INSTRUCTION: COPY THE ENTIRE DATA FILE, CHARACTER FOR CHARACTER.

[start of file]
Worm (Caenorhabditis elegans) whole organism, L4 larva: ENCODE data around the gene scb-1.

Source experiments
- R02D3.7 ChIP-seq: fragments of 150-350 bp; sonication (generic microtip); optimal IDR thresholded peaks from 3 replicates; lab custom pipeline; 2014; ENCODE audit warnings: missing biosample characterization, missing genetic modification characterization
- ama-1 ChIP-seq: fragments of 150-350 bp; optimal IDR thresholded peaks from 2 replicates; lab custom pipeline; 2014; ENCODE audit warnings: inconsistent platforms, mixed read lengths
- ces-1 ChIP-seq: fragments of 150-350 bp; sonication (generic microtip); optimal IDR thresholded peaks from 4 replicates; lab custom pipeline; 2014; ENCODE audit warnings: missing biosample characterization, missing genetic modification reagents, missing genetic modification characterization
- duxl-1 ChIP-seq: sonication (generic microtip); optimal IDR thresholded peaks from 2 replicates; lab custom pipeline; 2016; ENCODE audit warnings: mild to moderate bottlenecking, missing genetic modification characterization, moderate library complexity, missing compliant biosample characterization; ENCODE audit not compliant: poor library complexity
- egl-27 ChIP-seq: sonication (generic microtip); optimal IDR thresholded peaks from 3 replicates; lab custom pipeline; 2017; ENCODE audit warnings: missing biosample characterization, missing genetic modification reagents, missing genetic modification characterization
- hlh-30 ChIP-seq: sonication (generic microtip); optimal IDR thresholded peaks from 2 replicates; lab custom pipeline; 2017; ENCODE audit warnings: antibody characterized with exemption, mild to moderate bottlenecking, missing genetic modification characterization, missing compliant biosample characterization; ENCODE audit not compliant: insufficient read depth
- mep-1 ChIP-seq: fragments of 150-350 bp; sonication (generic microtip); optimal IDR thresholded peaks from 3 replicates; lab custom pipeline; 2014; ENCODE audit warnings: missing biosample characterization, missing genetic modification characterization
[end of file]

Worm (Caenorhabditis elegans) whole organism, L4 larva: ENCODE data around the gene scb-1.

Source experiments
- R02D3.7 ChIP-seq: fragments of 150-350 bp; sonication (generic microtip); optimal IDR thresholded peaks from 3 replicates; lab custom pipeline; 2014; ENCODE audit warnings: missing biosample characterization, missing genetic modification characterization
- ama-1 ChIP-seq: fragments of 150-350 bp; optimal IDR thresholded peaks from 2 replicates; lab custom pipeline; 2014; ENCODE audit warnings: inconsistent platforms, mixed read lengths
- ces-1 ChIP-seq: fragments of 150-350 bp; sonication (generic microtip); optimal IDR thresholded peaks from 4 replicates; lab custom pipeline; 2014; ENCODE audit warnings: missing biosample characterization, missing genetic modification reagents, missing genetic modification characterization
- duxl-1 ChIP-seq: sonication (generic microtip); optimal IDR thresholded peaks from 2 replicates; lab custom pipeline; 2016; ENCODE audit warnings: mild to moderate bottlenecking, missing genetic modification characterization, moderate library complexity, missing compliant biosample characterization; ENCODE audit not compliant: poor library complexity
- egl-27 ChIP-seq: sonication (generic microtip); optimal IDR thresholded peaks from 3 replicates; lab custom pipeline; 2017; ENCODE audit warnings: missing biosample characterization, missing genetic modification reagents, missing genetic modification characterization
- hlh-30 ChIP-seq: sonication (generic microtip); optimal IDR thresholded peaks from 2 replicates; lab custom pipeline; 2017; ENCODE audit warnings: antibody characterized with exemption, mild to moderate bottlenecking, missing genetic modification characterization, missing compliant biosample characterization; ENCODE audit not compliant: insufficient read depth
- mep-1 ChIP-seq: fragments of 150-350 bp; sonication (generic microtip); optimal IDR thresholded peaks from 3 replicates; lab custom pipeline; 2014; ENCODE audit warnings: missing biosample characterization, missing genetic modification characterization